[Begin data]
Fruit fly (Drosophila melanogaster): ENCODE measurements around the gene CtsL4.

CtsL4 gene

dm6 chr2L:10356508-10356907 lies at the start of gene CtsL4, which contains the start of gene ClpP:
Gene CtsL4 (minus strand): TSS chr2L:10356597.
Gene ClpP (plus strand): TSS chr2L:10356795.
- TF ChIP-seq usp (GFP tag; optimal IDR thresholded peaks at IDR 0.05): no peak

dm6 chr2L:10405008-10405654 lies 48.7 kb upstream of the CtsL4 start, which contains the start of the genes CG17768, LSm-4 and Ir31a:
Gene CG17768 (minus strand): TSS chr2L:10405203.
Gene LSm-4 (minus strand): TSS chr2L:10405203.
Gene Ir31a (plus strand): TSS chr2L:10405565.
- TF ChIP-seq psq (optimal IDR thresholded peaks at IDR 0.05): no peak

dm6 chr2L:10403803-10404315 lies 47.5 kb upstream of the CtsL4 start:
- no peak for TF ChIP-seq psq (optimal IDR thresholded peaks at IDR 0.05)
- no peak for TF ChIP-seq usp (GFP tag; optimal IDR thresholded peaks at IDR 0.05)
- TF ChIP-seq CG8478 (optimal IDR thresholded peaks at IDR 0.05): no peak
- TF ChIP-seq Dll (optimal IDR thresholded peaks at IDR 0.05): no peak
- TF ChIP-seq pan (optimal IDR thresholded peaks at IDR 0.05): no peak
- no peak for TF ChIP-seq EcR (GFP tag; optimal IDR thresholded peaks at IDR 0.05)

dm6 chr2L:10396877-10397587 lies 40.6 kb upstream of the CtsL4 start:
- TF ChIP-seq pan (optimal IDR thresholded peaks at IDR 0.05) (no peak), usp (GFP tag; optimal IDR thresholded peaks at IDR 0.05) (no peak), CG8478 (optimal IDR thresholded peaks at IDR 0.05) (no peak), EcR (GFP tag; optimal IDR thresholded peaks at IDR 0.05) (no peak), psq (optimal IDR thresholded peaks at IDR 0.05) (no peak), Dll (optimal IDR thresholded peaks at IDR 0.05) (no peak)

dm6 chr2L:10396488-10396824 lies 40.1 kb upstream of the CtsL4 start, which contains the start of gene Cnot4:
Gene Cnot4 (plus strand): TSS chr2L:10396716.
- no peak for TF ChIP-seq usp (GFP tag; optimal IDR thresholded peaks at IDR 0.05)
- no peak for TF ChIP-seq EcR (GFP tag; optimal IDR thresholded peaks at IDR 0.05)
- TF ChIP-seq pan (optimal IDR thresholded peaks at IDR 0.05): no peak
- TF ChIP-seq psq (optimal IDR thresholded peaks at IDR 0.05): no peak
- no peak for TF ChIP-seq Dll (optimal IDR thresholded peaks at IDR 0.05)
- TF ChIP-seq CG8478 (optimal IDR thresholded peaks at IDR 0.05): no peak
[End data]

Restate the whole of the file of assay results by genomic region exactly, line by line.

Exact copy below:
Fruit fly (Drosophila melanogaster): ENCODE measurements around the gene CtsL4.

CtsL4 gene

dm6 chr2L:10356508-10356907 lies at the start of gene CtsL4, which contains the start of gene ClpP:
Gene CtsL4 (minus strand): TSS chr2L:10356597.
Gene ClpP (plus strand): TSS chr2L:10356795.
- TF ChIP-seq usp (GFP tag; optimal IDR thresholded peaks at IDR 0.05): no peak

dm6 chr2L:10405008-10405654 lies 48.7 kb upstream of the CtsL4 start, which contains the start of the genes CG17768, LSm-4 and Ir31a:
Gene CG17768 (minus strand): TSS chr2L:10405203.
Gene LSm-4 (minus strand): TSS chr2L:10405203.
Gene Ir31a (plus strand): TSS chr2L:10405565.
- TF ChIP-seq psq (optimal IDR thresholded peaks at IDR 0.05): no peak

dm6 chr2L:10403803-10404315 lies 47.5 kb upstream of the CtsL4 start:
- no peak for TF ChIP-seq psq (optimal IDR thresholded peaks at IDR 0.05)
- no peak for TF ChIP-seq usp (GFP tag; optimal IDR thresholded peaks at IDR 0.05)
- TF ChIP-seq CG8478 (optimal IDR thresholded peaks at IDR 0.05): no peak
- TF ChIP-seq Dll (optimal IDR thresholded peaks at IDR 0.05): no peak
- TF ChIP-seq pan (optimal IDR thresholded peaks at IDR 0.05): no peak
- no peak for TF ChIP-seq EcR (GFP tag; optimal IDR thresholded peaks at IDR 0.05)

dm6 chr2L:10396877-10397587 lies 40.6 kb upstream of the CtsL4 start:
- TF ChIP-seq pan (optimal IDR thresholded peaks at IDR 0.05) (no peak), usp (GFP tag; optimal IDR thresholded peaks at IDR 0.05) (no peak), CG8478 (optimal IDR thresholded peaks at IDR 0.05) (no peak), EcR (GFP tag; optimal IDR thresholded peaks at IDR 0.05) (no peak), psq (optimal IDR thresholded peaks at IDR 0.05) (no peak), Dll (optimal IDR thresholded peaks at IDR 0.05) (no peak)

dm6 chr2L:10396488-10396824 lies 40.1 kb upstream of the CtsL4 start, which contains the start of gene Cnot4:
Gene Cnot4 (plus strand): TSS chr2L:10396716.
- no peak for TF ChIP-seq usp (GFP tag; optimal IDR thresholded peaks at IDR 0.05)
- no peak for TF ChIP-seq EcR (GFP tag; optimal IDR thresholded peaks at IDR 0.05)
- TF ChIP-seq pan (optimal IDR thresholded peaks at IDR 0.05): no peak
- TF ChIP-seq psq (optimal IDR thresholded peaks at IDR 0.05): no peak
- no peak for TF ChIP-seq Dll (optimal IDR thresholded peaks at IDR 0.05)
- TF ChIP-seq CG8478 (optimal IDR thresholded peaks at IDR 0.05): no peak